If you are working fifty hours a week in a factory, you don’t have time to read ten newspapers a day and go back to declassified government archives.  But such people may have far-reaching insights into the way the world works.  Noam Chomsky

 

 

By 1950 England has 4,000 factories.  Factories build our world. Mankind: The Story of All of Us X: Revolutions, History 2012

 

 

Four out of five factories are in the North.  Mankind: The Story of All of Us XI: The New Frontliers

 

 

If I went to work in a factory, the first thing I’d do is join a union.  Franklin D Roosevelt

 

 

Now, you stop work altogether.  This is much nicer and anyone can do it.  In fact, the lower-class bastards can no more stop going on strike now than a laboratory rat with an electrode on its brain can stop jumping on a switch to give itself an orgasm.  Philip Larkin, letter to friend Kingsley Amis

 

 

Dumbing the individuals down to that point that he will be a good worker in the factory.  Jim Marrs, televised interview  

 

 

In American Landscape [Charles Sheeler] from 1930 a huge factory dominates the scene.  Andrew Graham-Dixon, Art of America 2/3, BBC 2011

 

 

Lancaster 1768 ... They are trying to build a machine to stretch and spin cotton perfectly.  The British V: Superpower, Sky Atlantic 2012

 

The Luddites are now doomed: they cannot resist the power of the state or the advance of the machine.  ibid.

 

Lancashire’s cotton mills will employ 120,000 people.  ibid.

 

140,674.  Matchgirls like Sarah were expected to work fourteen-hour shifts virtually all of it on their feet.  ibid.

 

 

1918: Over one-million British women now work in factories making bombs and bullets.  The British VII: War and Peace

 

‘Our faces took on a strange yellow hue ... We were called canaries’.  ibid.  diary of women munitions worker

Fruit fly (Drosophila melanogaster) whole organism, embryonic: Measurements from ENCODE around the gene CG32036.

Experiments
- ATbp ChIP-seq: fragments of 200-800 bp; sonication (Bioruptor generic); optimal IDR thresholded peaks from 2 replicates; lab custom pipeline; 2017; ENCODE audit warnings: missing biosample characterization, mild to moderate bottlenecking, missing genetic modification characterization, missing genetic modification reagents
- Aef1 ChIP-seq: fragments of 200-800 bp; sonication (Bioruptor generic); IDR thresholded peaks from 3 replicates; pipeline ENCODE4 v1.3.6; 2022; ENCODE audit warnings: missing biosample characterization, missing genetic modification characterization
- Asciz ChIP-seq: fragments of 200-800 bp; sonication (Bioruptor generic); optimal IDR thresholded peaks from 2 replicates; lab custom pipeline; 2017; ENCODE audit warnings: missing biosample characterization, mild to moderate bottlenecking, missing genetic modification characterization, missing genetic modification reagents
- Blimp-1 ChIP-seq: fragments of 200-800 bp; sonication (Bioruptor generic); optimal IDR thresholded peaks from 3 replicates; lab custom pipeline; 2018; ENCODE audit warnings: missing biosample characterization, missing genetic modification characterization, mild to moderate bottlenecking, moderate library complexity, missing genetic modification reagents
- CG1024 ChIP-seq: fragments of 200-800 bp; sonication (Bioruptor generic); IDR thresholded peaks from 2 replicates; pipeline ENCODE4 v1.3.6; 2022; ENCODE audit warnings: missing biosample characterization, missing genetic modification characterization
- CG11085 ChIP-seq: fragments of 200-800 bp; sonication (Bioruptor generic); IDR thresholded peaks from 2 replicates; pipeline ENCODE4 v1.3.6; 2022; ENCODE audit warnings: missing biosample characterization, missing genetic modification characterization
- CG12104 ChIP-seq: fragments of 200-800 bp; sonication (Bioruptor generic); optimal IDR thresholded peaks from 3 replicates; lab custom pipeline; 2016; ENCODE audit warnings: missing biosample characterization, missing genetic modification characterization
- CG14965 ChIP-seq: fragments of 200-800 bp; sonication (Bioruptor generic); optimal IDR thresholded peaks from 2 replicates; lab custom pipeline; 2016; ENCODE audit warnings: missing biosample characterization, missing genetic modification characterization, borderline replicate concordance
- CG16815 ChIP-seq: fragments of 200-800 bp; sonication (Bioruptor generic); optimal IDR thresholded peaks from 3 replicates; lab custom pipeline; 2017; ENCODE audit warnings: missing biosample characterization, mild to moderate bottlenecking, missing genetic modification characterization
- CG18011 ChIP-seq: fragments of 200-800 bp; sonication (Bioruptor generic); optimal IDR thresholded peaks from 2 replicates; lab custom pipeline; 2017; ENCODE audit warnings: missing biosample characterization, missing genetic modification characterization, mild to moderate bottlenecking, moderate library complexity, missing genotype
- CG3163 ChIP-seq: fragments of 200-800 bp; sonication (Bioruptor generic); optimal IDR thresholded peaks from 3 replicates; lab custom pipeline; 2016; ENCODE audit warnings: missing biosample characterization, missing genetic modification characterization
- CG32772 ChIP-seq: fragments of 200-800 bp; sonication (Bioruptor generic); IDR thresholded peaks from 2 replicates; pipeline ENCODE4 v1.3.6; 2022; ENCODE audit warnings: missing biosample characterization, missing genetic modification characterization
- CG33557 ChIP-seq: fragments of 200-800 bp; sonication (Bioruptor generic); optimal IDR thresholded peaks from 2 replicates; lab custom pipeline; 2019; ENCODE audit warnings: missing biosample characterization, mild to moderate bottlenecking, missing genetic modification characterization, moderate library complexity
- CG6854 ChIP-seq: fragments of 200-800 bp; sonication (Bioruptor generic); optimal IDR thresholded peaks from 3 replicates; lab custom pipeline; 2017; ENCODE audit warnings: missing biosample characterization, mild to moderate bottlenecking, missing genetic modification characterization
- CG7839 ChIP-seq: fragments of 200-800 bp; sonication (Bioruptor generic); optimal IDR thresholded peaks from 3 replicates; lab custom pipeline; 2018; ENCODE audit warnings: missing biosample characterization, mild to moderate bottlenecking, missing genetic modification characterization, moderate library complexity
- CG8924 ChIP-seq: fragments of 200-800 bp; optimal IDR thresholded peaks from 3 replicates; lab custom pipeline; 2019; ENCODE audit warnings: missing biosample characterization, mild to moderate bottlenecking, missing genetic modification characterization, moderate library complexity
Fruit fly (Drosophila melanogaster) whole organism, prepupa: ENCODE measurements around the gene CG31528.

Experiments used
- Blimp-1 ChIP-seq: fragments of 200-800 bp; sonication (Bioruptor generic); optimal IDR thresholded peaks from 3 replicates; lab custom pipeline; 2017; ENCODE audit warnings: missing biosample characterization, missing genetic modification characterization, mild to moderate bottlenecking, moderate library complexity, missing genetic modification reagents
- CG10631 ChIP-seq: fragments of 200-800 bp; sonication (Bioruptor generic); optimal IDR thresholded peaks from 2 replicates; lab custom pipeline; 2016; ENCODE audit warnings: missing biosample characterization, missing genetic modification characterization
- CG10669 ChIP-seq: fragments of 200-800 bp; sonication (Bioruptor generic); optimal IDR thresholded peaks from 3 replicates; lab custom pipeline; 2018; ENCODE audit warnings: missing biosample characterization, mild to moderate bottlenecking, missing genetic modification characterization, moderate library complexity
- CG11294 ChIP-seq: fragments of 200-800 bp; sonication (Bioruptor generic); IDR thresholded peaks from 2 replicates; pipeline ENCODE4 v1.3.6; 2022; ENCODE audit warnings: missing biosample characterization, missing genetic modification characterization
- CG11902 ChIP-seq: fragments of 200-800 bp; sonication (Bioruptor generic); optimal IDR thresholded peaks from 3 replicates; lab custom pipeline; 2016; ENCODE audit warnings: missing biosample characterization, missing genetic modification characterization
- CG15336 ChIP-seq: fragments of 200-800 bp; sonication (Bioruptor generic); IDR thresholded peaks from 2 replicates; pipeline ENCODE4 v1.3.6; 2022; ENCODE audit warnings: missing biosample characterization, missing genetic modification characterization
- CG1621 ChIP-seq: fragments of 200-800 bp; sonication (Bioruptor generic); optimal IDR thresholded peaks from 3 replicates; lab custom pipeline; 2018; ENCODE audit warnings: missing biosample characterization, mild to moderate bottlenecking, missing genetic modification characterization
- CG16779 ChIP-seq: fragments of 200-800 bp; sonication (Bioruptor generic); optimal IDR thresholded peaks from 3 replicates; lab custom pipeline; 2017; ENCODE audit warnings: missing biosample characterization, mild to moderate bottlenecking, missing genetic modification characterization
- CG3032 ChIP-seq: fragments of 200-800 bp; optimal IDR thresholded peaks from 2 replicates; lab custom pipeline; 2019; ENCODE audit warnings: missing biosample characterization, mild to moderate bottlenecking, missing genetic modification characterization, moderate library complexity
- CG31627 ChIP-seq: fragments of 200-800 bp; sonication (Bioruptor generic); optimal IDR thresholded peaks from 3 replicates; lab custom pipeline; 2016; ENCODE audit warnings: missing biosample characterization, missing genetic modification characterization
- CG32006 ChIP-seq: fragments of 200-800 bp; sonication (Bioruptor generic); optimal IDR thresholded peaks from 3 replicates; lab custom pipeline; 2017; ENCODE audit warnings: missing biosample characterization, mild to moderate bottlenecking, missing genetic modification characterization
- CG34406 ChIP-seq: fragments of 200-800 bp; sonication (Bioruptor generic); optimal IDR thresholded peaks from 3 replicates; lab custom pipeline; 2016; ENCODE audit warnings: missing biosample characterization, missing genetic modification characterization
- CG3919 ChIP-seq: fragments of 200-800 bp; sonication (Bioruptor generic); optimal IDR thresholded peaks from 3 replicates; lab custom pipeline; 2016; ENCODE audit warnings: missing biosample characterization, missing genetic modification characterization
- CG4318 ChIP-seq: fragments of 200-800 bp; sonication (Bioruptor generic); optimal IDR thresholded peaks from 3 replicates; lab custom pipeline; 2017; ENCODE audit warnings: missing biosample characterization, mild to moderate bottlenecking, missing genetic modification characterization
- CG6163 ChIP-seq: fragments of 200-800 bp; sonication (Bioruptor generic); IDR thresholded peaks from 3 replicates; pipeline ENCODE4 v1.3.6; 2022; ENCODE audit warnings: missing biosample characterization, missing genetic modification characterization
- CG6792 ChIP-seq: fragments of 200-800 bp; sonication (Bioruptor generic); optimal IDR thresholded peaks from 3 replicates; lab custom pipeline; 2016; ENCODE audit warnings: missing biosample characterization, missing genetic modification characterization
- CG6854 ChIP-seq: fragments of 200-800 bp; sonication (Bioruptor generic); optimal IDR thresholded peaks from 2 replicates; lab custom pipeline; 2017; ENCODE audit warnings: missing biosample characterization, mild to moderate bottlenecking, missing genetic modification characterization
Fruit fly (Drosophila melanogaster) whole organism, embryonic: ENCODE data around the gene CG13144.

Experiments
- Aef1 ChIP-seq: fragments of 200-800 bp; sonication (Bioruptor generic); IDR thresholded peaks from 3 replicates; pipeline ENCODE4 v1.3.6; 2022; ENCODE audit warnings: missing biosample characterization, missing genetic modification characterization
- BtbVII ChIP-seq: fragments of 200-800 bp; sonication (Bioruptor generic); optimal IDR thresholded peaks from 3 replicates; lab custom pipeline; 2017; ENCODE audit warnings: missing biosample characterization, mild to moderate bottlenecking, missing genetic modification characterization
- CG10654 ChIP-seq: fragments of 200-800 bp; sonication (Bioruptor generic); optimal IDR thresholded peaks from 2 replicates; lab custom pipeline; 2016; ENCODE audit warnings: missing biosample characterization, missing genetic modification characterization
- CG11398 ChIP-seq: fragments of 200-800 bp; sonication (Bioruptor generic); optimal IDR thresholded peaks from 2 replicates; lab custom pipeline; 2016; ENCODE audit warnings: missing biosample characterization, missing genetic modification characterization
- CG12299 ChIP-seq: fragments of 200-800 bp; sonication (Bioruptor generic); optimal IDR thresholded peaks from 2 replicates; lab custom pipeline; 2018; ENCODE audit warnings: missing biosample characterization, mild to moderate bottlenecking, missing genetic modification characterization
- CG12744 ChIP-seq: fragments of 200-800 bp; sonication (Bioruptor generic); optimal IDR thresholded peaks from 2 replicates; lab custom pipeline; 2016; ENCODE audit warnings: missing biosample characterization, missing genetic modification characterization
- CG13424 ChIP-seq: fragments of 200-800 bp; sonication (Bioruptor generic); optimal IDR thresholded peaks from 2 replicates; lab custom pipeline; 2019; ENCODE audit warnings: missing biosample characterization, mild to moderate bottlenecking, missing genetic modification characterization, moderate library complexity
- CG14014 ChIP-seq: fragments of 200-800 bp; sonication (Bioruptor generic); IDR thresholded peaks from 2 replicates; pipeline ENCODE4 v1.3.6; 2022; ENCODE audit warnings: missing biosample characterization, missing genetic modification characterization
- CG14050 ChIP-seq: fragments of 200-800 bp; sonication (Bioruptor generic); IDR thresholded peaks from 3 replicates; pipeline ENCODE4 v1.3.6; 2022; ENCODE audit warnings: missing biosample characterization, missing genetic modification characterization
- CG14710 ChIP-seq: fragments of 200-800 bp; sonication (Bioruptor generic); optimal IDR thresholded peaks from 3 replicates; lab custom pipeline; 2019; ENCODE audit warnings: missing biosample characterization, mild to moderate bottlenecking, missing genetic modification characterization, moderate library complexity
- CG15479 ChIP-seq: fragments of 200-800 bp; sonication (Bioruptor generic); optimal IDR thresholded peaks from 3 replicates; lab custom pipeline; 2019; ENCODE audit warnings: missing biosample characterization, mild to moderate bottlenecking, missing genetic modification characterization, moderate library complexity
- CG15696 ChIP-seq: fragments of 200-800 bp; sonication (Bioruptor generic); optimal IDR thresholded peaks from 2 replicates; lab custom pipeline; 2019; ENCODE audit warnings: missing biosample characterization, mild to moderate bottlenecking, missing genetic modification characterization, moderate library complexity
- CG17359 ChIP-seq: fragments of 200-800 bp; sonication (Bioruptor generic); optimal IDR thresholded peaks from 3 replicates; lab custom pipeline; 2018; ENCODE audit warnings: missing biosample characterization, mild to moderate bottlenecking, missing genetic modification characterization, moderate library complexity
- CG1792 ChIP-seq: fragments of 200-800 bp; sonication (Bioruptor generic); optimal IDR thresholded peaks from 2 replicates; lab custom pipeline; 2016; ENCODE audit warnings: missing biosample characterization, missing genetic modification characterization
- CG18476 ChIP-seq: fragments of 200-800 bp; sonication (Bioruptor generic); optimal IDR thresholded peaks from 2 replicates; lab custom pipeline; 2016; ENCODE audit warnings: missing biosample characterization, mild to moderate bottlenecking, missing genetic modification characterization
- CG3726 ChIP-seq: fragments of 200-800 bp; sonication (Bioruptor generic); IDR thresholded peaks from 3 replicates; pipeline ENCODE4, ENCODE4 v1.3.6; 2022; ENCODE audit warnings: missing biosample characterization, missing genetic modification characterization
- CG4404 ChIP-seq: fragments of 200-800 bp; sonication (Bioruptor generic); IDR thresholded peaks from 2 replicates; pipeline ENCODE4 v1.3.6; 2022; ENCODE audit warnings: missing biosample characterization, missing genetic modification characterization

Munitions Factory: 134 killed in the blast; 250 are injured.  Of the dead only 32 can be positively identified.  ibid.

 

 

His factory on the Tyne became Britain’s largest manufacturer of guns and warships.  With the profits of war, Armstrong built his very own stately home ... In 1887 he became Baron Armstrong.  Jeremy Paxman, The Victorians: Having It All, BBC 2009

 

 

There is nobody in this country who got rich on their own.  Nobody.  You built a factory out there – good for you.  But I want to be clear.  You moved your goods to market on roads the rest of us paid for.  You hired workers the rest of us paid to educate.  You were safe in your factory because of police forces and fire forces that the rest of us paid for.  You didn't have to worry that marauding bands would come and seize everything at your factory ... Now look.  You built a factory and it turned into something terrific or a great idea – God bless!  Keep a hunk of it.  But part of the underlying social contract is you take a hunk of that and pay forward for the next kid who comes along.  Elizabeth Warren

 

 

They opened a giant factory in Dagenham in 1931 – offering jobs to 30,000 workers.  Dagenham was the biggest factory in Europe.  Ford’s Dagenham Dream, BBC 2009

 

The new time and motion world of the moving assembly line.  The worker was a small cog in a giant machine.  ibid.

 

Henry Ford’s regimented time and motion system for making cars alienated much of his workforce.  ibid.

 

By the late 50s around one in every three cars sold in Britain was made in Dagenham.  ibid.

 

In 1968 Dagenham’s women workers decided they’d had enough and walked out.  ibid.

 

Those who stayed on the assembly line too long could be driven crazy by the repetitive tasks they had to perform.  ibid.